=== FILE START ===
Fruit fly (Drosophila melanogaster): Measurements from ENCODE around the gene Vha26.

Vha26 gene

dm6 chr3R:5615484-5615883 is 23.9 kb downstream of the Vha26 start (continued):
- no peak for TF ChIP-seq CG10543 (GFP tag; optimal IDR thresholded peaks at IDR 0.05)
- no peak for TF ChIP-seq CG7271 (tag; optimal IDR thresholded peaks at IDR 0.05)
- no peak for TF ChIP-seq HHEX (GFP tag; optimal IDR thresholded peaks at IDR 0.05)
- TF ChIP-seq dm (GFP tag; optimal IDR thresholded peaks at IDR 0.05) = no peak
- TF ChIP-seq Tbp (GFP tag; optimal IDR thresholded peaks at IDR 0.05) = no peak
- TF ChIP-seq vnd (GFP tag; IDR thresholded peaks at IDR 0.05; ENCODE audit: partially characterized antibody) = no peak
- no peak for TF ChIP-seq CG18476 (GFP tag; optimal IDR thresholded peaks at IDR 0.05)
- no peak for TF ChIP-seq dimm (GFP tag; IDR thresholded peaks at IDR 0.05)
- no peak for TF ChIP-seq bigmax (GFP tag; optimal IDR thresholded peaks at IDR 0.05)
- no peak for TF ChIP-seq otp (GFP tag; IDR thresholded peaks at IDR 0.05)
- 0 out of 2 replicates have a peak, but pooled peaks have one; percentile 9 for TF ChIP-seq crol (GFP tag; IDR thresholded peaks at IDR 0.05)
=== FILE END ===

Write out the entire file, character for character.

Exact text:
Fruit fly (Drosophila melanogaster): Measurements from ENCODE around the gene Vha26.

Vha26 gene

dm6 chr3R:5615484-5615883 is 23.9 kb downstream of the Vha26 start (continued):
- no peak for TF ChIP-seq CG10543 (GFP tag; optimal IDR thresholded peaks at IDR 0.05)
- no peak for TF ChIP-seq CG7271 (tag; optimal IDR thresholded peaks at IDR 0.05)
- no peak for TF ChIP-seq HHEX (GFP tag; optimal IDR thresholded peaks at IDR 0.05)
- TF ChIP-seq dm (GFP tag; optimal IDR thresholded peaks at IDR 0.05) = no peak
- TF ChIP-seq Tbp (GFP tag; optimal IDR thresholded peaks at IDR 0.05) = no peak
- TF ChIP-seq vnd (GFP tag; IDR thresholded peaks at IDR 0.05; ENCODE audit: partially characterized antibody) = no peak
- no peak for TF ChIP-seq CG18476 (GFP tag; optimal IDR thresholded peaks at IDR 0.05)
- no peak for TF ChIP-seq dimm (GFP tag; IDR thresholded peaks at IDR 0.05)
- no peak for TF ChIP-seq bigmax (GFP tag; optimal IDR thresholded peaks at IDR 0.05)
- no peak for TF ChIP-seq otp (GFP tag; IDR thresholded peaks at IDR 0.05)
- 0 out of 2 replicates have a peak, but pooled peaks have one; percentile 9 for TF ChIP-seq crol (GFP tag; IDR thresholded peaks at IDR 0.05)